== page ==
What does “life beyond recipes” mean?

In my book, it means being able to do all of this:

  1. Know Yourself as a Cook.
  2. Understand Ingredients.
  3. See Recipes as Springboards (as opposed to “join-me-or-die!” decrees from the Powerful Cooks That Be).
  4. Become a Substitute Boss.

All of which leads to: Embracing your power in your kitchen.

Le Chou Fou* is here to help you do all of that, to show you life beyond recipes, and to help you become a Powerful Cook That Is.

Here’s what the points above mean in a little more detail:

Life Beyond Recipes Step 1: Know Yourself as a Cook

Life Beyond Recipes: Know Yourself as a Cook

Set aside about 20 minutes to start a page that you add to through the week. If you want something ready-made and fun to write on, sign up here for my mailing list, and you’ll get a super cute worksheet and all future downloads, exclusively available to subscribers. (See Step 4 for a preview of the substitution list currently in the works). Or just take some scratch paper and write down the following:

  1. Foods I/we love. These are the things you return to again and again, probably things where you’re already living beyond recipes.
  2. Foods I/we hate. Whether you’re cooking for one or for you and other folks, list your quirks.
  3. Foods I end up making a lot  but are kind of meh.
  4. How often I try something new.
  5. How often I’d like to try something new.
  6. If there’s a discrepancy between the 2 above items, what’s the issue?
  7. My routine. Everything from “I Hate Mondays and Never Want to Cook Then,” “Crazy Schedule Day,” to “Taco Tuesdays: non-negotiable.”
  8. My top kitchen goals. Pick one thing you’d like to do more than anything in the kitchen. Maybe it’s “try one new vegetable a week,” or “get my family to eat more salad,” or “make a killer meatloaf without cracking open a cookbook.” Star the top priority.

Once you understand yourself and what you eat, the right cooking path—one just for you—is a lot easier to define.

Life Beyond Recipes Step 2: Understand Ingredients.

If you know how a particular ingredient works, you’ll know how to prepare it. In the “Ingredients” section of this site (under “Kitchen How-to” in the main menu), I’ll be adding posts about how to put the building blocks of great meals—vegetables, sauces, spices, and more—to work for you. And please feel free to get in touch with any how-tos you’d like me to cover.

Life Beyond Recipes Step 3: Engage in Recipe Improv.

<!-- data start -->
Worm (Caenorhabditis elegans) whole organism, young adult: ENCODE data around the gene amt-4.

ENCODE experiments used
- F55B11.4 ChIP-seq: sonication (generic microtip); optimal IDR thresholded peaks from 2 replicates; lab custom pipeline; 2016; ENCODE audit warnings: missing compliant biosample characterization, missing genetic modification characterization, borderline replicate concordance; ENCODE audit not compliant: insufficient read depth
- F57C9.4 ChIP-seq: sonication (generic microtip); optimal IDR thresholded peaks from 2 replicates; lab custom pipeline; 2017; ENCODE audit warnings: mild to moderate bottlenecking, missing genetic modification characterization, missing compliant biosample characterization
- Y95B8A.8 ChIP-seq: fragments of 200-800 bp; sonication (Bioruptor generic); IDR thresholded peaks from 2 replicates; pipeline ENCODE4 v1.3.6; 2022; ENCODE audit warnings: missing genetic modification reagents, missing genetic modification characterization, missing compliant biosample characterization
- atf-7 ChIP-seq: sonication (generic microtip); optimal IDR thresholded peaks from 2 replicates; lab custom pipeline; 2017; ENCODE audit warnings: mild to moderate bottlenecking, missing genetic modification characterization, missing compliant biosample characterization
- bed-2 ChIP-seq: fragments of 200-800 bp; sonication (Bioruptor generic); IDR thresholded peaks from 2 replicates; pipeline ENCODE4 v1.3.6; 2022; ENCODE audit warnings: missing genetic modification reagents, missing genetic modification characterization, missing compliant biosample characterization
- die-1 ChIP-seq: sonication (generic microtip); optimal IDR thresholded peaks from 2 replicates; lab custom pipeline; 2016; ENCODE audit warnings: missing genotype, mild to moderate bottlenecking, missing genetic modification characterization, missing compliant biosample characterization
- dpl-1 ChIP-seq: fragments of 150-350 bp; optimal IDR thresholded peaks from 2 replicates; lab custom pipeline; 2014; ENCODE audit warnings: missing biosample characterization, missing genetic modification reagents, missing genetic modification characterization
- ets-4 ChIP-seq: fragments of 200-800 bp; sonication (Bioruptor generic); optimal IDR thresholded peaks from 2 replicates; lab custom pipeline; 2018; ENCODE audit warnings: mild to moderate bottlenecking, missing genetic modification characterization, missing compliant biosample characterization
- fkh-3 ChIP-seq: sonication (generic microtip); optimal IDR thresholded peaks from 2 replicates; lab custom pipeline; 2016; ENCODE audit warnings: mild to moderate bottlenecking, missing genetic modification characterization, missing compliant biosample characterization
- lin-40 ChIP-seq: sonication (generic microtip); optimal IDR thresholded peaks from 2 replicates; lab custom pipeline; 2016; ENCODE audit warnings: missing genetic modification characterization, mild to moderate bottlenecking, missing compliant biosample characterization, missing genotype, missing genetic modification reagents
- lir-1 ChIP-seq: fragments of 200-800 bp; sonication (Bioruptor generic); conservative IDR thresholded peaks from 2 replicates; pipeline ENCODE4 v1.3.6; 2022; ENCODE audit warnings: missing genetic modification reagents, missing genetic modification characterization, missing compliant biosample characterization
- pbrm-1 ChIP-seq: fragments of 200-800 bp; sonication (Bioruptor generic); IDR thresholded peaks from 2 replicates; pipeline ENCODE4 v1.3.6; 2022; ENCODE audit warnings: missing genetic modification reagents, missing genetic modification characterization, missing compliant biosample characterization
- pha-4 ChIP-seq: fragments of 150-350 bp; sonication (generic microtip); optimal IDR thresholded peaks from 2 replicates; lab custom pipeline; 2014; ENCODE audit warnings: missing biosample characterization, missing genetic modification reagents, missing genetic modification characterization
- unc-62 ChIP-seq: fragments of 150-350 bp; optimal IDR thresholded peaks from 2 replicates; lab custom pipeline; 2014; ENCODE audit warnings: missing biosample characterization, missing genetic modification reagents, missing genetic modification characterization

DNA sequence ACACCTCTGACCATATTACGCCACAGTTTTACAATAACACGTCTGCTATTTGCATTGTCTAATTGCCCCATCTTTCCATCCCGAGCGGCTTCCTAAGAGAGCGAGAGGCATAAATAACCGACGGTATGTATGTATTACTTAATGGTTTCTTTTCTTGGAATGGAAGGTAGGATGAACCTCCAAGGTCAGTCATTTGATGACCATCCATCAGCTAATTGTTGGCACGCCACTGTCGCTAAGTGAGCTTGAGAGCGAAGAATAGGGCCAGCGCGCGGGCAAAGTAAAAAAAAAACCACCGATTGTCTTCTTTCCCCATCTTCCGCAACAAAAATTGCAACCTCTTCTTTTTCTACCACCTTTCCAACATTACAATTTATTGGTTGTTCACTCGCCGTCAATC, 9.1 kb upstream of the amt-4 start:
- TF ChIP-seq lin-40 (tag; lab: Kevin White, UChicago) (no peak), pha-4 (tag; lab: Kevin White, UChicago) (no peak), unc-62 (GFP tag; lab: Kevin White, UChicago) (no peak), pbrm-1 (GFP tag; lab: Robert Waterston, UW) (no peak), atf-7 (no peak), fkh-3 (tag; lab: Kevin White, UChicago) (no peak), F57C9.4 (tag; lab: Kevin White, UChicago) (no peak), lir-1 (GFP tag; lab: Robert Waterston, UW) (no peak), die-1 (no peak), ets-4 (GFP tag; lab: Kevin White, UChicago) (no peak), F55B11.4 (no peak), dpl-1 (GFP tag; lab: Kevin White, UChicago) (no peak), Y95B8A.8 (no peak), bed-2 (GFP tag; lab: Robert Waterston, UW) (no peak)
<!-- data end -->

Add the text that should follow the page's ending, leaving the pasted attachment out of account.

Recipe Improv: Be Inspired, Not a Slave to someone else's great idea

Life beyond recipes does not mean you never look at a recipe again. I love to look at recipes. I do it all the time: blogs, cookbooks, magazines.

But they’re not scripts. They’re inspirations.

I will follow a recipe fairly closely if it’s for something new, because that’s how you expand your repertoire and learn new things. I follow them very carefully if I’m baking, because baking is precise. But for our mains 80% of the time, I’m just cooking stuff.

This post, Recipe Improv, shows you how to get inspired by someone else’s great idea without being enslaved to it (hence the subtitle). The recipes you find on this site also invite you to adapt as you like, telling you what you can expect by switching it up.

Above all, have fun. Give yourself permission to fail. I cook a lot, and at least once a week, I’ll say to whoever I’m eating with (usually Steve, sometimes my son Henry), here’s what I’ll do different next time. Perfection is dull. Live it up.

Life Beyond Recipes Step 4: Become a Substitute Boss.

Life Beyond Recipes: Become a Substitute Boss

One of the most valuable things you can know in your kitchen is how to substitute. Coming soon: the handy Master Kitchen Substitution List (free when you sign-up for my email list, along with the “Know Yourself as a Cook” cheat sheet, available now).

Key to making the most of substitutes is the “everything out” rule before you start cooking. I doubt there’s a cook on the planet who hasn’t gotten halfway through a recipe, only to find that the one thing that basically makes or breaks the meal got eaten or tossed or just wasn’t there. This is pretty bad when you’ve hit the “point of no return” and you’re not prepared.

But with the “everything out,” even when you don’t use a recipe, you’ll be in great shape. But if you don’t have, say, BBQ sauce or salsa, a good grasp on substitutes helps you figure out how to fake it.

So Dig In.

Le Chou Fou is here to help you experience Life Beyond Recipes and total Kitchen Confidence. Because I want you to know that, with a little basic knowledge, you can cook faster and have a lot more fun while you’re doing it.

Shine on, crazy cabbages.

*Le Chou Fou is French for “the crazy cabbage.” “Chou” is also a term of endearment in France, usually used for children.